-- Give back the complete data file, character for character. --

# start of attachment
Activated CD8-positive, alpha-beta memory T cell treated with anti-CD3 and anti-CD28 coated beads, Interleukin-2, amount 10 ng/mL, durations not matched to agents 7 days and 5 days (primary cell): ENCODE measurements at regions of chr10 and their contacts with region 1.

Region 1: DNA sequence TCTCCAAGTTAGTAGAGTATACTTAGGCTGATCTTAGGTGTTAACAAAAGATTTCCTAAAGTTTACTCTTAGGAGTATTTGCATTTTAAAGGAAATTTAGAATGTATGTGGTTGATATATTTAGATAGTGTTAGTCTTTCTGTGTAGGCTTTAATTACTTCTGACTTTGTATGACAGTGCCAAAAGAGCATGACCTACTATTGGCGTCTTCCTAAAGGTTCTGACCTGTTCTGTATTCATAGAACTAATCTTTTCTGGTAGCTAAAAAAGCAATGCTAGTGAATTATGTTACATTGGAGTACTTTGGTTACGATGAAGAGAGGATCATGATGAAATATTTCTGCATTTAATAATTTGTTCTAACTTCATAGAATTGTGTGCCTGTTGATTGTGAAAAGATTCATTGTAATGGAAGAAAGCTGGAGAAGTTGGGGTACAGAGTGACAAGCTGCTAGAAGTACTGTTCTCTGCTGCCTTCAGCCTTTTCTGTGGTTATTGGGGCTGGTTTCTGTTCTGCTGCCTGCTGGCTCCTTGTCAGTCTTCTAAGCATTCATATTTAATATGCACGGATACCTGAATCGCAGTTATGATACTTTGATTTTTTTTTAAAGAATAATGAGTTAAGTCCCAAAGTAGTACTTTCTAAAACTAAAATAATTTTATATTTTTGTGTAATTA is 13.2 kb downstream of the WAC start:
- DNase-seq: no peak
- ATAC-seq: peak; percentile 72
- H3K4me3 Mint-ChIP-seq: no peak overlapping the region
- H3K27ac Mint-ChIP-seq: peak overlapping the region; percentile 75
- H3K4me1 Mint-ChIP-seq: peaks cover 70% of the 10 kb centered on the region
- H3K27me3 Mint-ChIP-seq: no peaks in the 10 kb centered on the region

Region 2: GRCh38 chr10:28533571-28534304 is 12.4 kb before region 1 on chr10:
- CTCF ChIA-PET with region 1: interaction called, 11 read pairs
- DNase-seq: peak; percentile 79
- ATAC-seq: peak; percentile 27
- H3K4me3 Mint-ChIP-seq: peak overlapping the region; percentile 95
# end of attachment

Activated CD8-positive, alpha-beta memory T cell treated with anti-CD3 and anti-CD28 coated beads, Interleukin-2, amount 10 ng/mL, durations not matched to agents 7 days and 5 days (primary cell): ENCODE measurements at regions of chr10 and their contacts with region 1.

Region 1: DNA sequence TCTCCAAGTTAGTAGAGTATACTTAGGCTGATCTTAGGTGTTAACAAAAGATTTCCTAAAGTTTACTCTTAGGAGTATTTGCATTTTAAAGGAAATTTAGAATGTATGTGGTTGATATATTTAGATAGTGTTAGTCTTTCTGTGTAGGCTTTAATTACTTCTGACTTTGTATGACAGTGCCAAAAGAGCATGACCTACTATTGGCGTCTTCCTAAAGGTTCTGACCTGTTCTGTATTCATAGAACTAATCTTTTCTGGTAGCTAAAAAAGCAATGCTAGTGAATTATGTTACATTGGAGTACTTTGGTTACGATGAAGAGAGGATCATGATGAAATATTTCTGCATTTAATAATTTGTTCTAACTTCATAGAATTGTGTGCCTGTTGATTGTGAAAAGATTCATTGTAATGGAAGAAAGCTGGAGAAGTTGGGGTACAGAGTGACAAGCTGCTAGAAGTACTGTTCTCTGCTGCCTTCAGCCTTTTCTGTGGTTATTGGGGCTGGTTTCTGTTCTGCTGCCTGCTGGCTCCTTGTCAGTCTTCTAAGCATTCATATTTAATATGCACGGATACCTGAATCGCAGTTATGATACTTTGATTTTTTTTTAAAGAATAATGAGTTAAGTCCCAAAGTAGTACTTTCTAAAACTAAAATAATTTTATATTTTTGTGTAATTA is 13.2 kb downstream of the WAC start:
- DNase-seq: no peak
- ATAC-seq: peak; percentile 72
- H3K4me3 Mint-ChIP-seq: no peak overlapping the region
- H3K27ac Mint-ChIP-seq: peak overlapping the region; percentile 75
- H3K4me1 Mint-ChIP-seq: peaks cover 70% of the 10 kb centered on the region
- H3K27me3 Mint-ChIP-seq: no peaks in the 10 kb centered on the region

Region 2: GRCh38 chr10:28533571-28534304 is 12.4 kb before region 1 on chr10:
- CTCF ChIA-PET with region 1: interaction called, 11 read pairs
- DNase-seq: peak; percentile 79
- ATAC-seq: peak; percentile 27
- H3K4me3 Mint-ChIP-seq: peak overlapping the region; percentile 95